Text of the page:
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Haunted house for sale? - Buyer beware

If a deal seems too good to be true, there could be a ghostly explanation. Don't be afraid to ask.

Haunted Houses

So, you've just moved into your new home. Beautiful house, fantastic location, and you got it for a good price. The previous owners seemed very keen for a quick sale. Wondering why? Well, could it be that they thought it was haunted? Stranger things have happened. Beautiful properties have become houses of horror thanks to unexplained happenings. Some families decide to move out. Others learn to live with their ghosts, or resort to exorcism.

Or, in the case of the actor Nicolas Cage, they simply don't sleep in the house. In 2007, he shelled out $3.5m for LaLaurie Mansion, reputedly the most haunted house in New Orleans. "At any given moment," said Cage, "I have five or six ghosts surrounding the house, all looking up at this haunted temple, and I'm in there." The family came over for dinner but refused to spend the night, nobody would sleep there. They eventually sold the property in 2010 at a loss of $1.4m

Being saddled with an unwelcome spectral guest is more common than you might think. According to a 2005 study by the Portman Building Society (now merged with Nationwide Building Society), one in three people surveyed claimed to have lived in a house that was haunted, or rumoured to be.

Would you tell your buyer?

The question is, if you've got a resident spook, do you come clean about it to prospective buyers? And if you don't, could you be prosecuted under the Property Misdescriptions Act?.

"The Property Misdescriptions Act 1991 does not refer to haunted houses," says the London-based lawyer Conor Walsh. "But it does create a general duty to avoid making false or misleading statements." Theoretically, this should stop a seller from claiming that a house is not haunted – or, indeed, that it is haunted – when he or she believes otherwise.

In the US, it's a different story. There was a case in 1991 where a seller was ruled liable to the buyer for failing to mention that the property she was selling was haunted, which could have affected the value. "The court held that a buyer would be highly unlikely to discover the existence of such activity himself prior to purchase," says Mark Pawlowski, professor of property law at Greenwich University in London. "And therefore the onus was firmly on the seller to make disclosure."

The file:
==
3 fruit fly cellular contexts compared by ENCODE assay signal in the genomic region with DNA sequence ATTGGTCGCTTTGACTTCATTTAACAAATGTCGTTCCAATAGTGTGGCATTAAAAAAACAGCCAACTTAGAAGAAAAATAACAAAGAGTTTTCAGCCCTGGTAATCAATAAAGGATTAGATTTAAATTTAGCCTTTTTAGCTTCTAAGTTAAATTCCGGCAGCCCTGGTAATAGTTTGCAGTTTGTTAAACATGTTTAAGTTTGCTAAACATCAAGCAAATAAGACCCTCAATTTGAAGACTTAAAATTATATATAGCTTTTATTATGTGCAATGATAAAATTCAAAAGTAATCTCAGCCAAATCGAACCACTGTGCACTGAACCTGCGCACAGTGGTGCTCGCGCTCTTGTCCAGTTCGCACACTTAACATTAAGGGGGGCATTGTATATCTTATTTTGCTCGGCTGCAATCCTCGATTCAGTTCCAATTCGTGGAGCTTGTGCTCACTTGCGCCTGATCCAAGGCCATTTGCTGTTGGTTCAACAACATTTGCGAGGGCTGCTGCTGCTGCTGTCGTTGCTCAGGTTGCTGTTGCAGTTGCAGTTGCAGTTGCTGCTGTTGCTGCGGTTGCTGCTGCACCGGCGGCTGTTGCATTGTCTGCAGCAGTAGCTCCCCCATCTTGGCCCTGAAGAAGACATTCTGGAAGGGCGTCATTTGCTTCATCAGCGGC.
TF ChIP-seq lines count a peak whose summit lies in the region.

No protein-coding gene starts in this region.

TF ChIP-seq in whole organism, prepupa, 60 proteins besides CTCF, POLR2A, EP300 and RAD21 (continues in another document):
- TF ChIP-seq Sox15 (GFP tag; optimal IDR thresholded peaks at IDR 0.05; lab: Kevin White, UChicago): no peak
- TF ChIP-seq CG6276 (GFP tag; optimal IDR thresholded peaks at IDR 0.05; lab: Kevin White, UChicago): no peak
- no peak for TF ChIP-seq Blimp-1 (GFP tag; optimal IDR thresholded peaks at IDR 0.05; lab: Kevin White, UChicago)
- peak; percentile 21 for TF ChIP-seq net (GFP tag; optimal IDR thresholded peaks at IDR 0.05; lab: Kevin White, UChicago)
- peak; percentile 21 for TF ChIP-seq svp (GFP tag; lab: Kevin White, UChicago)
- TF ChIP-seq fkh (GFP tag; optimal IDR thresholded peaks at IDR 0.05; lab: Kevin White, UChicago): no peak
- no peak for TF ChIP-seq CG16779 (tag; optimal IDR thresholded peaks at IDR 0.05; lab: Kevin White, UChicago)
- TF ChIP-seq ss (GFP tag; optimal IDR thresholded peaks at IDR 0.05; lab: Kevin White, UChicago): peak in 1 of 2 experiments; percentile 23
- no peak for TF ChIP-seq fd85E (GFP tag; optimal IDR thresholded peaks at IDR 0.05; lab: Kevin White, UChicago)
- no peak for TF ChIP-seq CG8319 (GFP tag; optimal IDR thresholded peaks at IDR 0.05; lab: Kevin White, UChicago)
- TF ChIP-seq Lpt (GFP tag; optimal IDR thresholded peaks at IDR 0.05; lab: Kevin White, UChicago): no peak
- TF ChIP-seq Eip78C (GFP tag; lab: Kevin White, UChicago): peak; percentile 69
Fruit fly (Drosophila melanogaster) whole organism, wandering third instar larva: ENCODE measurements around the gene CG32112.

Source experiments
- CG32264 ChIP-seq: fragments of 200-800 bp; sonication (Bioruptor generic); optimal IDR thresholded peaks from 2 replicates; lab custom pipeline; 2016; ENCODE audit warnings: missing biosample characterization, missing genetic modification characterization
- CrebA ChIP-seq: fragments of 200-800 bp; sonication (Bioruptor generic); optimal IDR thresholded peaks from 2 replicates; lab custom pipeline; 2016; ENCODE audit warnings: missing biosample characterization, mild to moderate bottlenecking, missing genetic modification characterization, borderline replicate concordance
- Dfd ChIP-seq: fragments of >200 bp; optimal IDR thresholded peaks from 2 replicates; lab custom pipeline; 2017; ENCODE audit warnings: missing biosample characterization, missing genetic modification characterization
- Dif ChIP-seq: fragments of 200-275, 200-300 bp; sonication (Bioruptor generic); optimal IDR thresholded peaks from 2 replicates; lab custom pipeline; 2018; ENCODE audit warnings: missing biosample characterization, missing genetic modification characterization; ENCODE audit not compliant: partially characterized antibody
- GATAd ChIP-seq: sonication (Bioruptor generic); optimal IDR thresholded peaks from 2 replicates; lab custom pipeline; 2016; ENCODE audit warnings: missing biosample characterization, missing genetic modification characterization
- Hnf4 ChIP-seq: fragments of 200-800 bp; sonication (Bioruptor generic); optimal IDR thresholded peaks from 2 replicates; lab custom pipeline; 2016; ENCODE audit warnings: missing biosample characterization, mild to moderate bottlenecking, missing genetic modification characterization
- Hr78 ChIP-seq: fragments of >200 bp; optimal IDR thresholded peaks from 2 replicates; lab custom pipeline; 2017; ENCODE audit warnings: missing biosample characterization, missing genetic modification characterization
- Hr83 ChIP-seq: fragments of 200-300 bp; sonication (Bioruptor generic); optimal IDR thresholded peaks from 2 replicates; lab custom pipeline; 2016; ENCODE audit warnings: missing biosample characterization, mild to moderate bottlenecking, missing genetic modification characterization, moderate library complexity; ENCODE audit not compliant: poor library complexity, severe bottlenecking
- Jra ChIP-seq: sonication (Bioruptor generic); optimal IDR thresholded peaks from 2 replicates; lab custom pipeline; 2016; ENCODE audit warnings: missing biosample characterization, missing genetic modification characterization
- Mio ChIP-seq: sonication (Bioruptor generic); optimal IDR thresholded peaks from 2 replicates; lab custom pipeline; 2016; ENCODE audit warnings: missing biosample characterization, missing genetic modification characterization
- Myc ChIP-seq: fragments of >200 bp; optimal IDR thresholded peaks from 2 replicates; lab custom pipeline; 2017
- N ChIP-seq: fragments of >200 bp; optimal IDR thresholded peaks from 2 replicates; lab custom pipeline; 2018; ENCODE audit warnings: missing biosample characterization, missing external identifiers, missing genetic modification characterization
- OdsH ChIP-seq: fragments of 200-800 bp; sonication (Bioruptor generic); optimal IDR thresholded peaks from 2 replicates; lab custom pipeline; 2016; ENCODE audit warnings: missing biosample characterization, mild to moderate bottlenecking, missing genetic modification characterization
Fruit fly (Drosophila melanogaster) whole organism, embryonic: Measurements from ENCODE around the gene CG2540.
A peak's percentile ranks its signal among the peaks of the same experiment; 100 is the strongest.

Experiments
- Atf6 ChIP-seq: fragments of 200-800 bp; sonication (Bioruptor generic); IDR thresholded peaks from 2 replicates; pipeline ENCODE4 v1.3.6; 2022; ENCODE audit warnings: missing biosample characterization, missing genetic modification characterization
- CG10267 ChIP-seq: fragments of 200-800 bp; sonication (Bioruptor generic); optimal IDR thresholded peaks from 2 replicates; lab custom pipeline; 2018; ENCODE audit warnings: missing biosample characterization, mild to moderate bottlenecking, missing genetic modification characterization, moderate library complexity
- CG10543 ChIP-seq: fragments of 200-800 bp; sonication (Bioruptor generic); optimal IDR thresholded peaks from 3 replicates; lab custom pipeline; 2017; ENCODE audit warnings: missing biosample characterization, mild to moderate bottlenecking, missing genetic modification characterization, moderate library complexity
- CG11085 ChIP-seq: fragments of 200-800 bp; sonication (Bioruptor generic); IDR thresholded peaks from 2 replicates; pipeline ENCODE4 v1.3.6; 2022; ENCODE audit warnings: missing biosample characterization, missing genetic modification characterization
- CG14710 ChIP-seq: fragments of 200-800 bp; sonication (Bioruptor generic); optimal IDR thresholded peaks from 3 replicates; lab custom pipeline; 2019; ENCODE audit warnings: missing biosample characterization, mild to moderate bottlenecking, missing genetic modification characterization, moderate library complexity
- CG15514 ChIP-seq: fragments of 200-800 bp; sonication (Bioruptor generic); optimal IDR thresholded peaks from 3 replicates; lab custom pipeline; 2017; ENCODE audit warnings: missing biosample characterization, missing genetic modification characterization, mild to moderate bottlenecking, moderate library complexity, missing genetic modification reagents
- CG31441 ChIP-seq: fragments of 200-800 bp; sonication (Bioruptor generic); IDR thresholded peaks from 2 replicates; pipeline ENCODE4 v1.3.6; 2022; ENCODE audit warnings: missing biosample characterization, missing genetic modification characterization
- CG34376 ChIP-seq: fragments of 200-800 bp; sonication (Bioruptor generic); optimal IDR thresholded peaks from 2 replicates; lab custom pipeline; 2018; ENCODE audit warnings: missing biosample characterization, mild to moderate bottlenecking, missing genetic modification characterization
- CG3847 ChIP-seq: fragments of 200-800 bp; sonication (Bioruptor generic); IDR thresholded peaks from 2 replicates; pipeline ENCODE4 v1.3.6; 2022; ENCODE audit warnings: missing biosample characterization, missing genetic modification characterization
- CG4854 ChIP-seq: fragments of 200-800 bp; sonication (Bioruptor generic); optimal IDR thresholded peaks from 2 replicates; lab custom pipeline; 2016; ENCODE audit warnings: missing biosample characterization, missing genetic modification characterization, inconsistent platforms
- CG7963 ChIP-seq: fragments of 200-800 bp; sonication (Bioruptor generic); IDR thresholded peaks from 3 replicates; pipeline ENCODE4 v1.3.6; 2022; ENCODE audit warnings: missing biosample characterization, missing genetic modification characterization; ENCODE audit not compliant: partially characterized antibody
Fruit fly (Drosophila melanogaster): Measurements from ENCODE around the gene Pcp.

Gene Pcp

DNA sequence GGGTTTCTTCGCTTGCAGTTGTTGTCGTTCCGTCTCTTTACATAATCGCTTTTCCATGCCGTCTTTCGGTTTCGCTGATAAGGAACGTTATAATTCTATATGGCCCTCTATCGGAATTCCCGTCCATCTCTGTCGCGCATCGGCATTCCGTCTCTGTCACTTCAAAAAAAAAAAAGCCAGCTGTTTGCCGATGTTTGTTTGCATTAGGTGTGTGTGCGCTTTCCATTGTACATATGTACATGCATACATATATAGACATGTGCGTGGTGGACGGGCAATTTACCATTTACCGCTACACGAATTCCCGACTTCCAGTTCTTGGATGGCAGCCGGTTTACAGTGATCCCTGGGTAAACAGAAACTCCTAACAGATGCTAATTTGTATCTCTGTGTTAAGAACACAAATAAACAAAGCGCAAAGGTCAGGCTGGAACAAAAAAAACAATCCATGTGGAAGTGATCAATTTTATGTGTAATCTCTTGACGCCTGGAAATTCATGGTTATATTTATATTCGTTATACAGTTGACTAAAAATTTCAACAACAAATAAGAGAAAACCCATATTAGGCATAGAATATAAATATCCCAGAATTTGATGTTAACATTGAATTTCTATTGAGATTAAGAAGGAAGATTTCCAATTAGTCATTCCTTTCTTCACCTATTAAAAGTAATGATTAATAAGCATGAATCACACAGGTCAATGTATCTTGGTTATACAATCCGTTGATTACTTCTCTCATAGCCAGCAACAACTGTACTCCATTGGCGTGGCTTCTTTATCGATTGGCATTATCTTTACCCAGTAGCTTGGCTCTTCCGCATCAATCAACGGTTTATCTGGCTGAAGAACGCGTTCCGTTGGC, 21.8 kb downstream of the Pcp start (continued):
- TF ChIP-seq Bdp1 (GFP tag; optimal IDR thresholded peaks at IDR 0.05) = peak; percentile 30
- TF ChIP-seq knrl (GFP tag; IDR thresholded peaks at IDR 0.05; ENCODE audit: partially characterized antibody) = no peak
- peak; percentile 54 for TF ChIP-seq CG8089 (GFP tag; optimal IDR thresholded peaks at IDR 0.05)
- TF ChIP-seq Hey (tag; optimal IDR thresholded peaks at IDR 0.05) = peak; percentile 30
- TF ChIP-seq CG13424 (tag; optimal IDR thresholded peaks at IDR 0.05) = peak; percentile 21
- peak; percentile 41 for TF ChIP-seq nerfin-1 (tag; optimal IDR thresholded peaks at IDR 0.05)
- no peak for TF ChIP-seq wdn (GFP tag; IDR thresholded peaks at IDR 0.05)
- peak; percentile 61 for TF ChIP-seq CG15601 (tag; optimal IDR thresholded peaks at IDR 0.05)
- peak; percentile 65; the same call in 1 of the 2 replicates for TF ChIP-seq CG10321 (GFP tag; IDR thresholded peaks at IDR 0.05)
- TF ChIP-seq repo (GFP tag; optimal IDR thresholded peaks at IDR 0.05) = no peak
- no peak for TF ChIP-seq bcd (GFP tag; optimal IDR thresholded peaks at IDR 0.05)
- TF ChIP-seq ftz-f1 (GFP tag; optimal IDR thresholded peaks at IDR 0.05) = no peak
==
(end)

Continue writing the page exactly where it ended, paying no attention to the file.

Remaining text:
Being haunted can add value

If you own a country estate, a resident ghost could well prove a boon. "An interesting and spooky history – particularly involving any famous or infamous characters – can add intrigue and appeal for more eccentric buyers," says Charles Wasdell, head of research at Propertyfinder.com.

Such a reputation certainly brings in the visitors to Blickling Hall in Norfolk, which is supposed to be the most haunted of all properties owned by the National Trust. Ghosts aren't always welcome, however, on NT properties. "The trust does exorcise some properties. It doesn't shout about it, though," says Siân Evans, author of Ghosts: Spooky Stories and Eerie Encounters from the National Trust

According to Wasdell, exorcism is worth exploring if you're plagued by an unruly ghoul. "Every Anglican diocese in the UK has a specialist team of exorcists ready to vanquish evil spirits," he says. "So, if you're worried that a ghost is going to damage your sale chances, you can always call them in."

Remember Caveat emptor - Buyer beware

There is no general requirement for the estate agent or seller to disclose specific information about a property's history unless asked. So if you want to be sure that you won't be sharing your new home with the ghosts of its former tenants, don't be afraid to ask..

If you've bought or sold a haunted property recently we would love to hear about it.

Resouces:http://www.independent.co.uk/property/

http://ghostwatch.net